Scenes From Good Records’ National Record Store Day Bash.
How far do we have left to go before Record Store Day officially acknowledges that the celebration has outlived its stated purpose of helping save mom-and-pop record shops?
It can’t be much farther now. Heading into this, the commercial holiday’s eighth year, we started to see for the very first time some backlash directed the event’s way. And maybe that’s merited, to a degree: Collectors and scalpers hoping to make a quick buck now camp out at record shops overnight to scoop up all the exclusive RSD releases as soon as doors open; they often then turn around and sell them on eBay for more money than the record shops earned in the first place. Those hoards of RSD exclusives, meanwhile, are prioritized by the handful of pressing plants in the country still in operation, thereby delaying the release of loads of other records, and potentially harming indie labels in the process.
We’ve even seen some resistance locally, too. Carrollton’s Dead Wax Records seemed to spit a little bit of the face of its competition as this year’s Record Store Day approached, choosing to advertise its own RSD festivities — or lack thereof — with the following social media blast to promote its sales: “No bands, no beer, no food — just loads of RSD releases for you to enjoy!”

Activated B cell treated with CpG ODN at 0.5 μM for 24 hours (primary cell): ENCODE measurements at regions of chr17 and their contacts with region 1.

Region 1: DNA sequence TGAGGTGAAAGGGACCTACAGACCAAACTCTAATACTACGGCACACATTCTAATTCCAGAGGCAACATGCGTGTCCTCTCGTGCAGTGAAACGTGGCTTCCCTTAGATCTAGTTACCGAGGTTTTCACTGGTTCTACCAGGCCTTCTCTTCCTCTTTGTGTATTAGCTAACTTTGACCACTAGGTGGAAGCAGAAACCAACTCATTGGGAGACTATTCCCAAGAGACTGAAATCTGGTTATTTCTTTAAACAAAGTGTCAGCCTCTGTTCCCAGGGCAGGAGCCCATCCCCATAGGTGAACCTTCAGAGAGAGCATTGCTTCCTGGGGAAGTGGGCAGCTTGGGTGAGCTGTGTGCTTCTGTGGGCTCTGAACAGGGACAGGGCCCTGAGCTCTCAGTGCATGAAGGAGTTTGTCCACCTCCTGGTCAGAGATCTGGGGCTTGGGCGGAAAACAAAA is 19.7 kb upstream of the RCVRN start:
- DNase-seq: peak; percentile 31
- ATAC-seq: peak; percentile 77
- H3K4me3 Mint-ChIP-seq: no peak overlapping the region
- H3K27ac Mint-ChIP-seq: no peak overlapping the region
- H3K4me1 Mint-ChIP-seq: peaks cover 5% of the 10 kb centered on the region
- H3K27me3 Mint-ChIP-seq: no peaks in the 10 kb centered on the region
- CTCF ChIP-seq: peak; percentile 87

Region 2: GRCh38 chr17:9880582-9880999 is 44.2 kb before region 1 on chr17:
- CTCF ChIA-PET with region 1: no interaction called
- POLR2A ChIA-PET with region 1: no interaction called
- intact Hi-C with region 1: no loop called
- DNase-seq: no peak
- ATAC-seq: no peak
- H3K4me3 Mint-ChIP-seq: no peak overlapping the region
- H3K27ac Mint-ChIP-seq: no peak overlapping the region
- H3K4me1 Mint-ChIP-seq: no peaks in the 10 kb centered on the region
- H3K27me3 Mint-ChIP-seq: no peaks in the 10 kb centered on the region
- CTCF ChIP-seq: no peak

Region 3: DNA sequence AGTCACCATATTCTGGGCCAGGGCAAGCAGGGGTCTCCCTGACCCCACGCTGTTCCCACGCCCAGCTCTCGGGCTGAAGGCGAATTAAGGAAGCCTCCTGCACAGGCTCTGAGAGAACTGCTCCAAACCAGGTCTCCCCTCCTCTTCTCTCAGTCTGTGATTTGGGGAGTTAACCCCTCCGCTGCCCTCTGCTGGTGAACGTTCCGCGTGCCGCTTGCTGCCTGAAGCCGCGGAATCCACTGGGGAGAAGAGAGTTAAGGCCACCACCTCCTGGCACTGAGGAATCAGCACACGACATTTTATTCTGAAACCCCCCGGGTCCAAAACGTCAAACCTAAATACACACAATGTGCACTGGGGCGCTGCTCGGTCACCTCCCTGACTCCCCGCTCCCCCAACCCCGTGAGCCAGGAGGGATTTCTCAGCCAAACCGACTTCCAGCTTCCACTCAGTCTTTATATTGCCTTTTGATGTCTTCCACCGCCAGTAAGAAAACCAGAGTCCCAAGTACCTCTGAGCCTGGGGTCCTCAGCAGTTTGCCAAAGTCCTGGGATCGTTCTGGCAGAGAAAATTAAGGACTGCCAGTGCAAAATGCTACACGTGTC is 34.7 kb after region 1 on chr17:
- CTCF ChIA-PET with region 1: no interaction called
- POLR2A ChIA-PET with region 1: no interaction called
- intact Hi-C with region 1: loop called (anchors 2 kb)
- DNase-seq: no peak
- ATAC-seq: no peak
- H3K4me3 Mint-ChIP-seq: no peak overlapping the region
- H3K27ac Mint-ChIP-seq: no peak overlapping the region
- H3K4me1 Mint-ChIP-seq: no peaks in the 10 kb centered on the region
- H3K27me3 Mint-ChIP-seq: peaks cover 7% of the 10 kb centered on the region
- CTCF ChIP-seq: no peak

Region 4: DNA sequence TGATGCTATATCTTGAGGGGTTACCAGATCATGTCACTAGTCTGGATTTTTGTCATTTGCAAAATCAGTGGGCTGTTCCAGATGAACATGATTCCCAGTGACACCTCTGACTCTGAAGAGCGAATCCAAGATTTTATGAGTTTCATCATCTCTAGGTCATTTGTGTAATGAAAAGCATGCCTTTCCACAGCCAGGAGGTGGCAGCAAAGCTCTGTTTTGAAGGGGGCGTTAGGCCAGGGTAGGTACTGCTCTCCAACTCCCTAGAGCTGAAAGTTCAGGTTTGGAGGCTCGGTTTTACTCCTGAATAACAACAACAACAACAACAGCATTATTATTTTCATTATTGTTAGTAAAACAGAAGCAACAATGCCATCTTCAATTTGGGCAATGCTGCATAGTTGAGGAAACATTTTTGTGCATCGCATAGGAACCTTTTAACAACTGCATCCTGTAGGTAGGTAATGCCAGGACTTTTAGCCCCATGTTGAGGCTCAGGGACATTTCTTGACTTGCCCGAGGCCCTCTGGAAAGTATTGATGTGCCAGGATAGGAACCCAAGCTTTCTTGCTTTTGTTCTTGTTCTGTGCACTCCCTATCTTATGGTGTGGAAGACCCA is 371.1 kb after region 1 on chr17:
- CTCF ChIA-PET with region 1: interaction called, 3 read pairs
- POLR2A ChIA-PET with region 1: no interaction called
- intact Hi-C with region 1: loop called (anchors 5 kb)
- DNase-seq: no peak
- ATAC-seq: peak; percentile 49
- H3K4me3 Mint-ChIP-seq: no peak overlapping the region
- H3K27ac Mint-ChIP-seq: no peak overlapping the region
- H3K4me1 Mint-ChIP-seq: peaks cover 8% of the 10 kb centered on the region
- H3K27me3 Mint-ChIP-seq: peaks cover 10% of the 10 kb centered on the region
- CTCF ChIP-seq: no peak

Over at Good Records, meanwhile, they’re still all about the party. You can’t blame them for that, really. The shop’s annual blowout is among the most fun day-long hangouts to happen in Dallas each year. It helps, too, that the party also doubles as the Lower Greenville shop’s anniversary bash.
This year was no different in that regard. There were endless beer refills, free live performances to see (from the likes of OK Go, Steve Earle and Chris Stapleton on the Astro-turf stage), DJs to hear, vendors to peruse, autographs to be had and more. One gets the feeling that no matter what happens to RSD in the future, it won’t put too much of a damper on Good’s annual birthday throwdowns.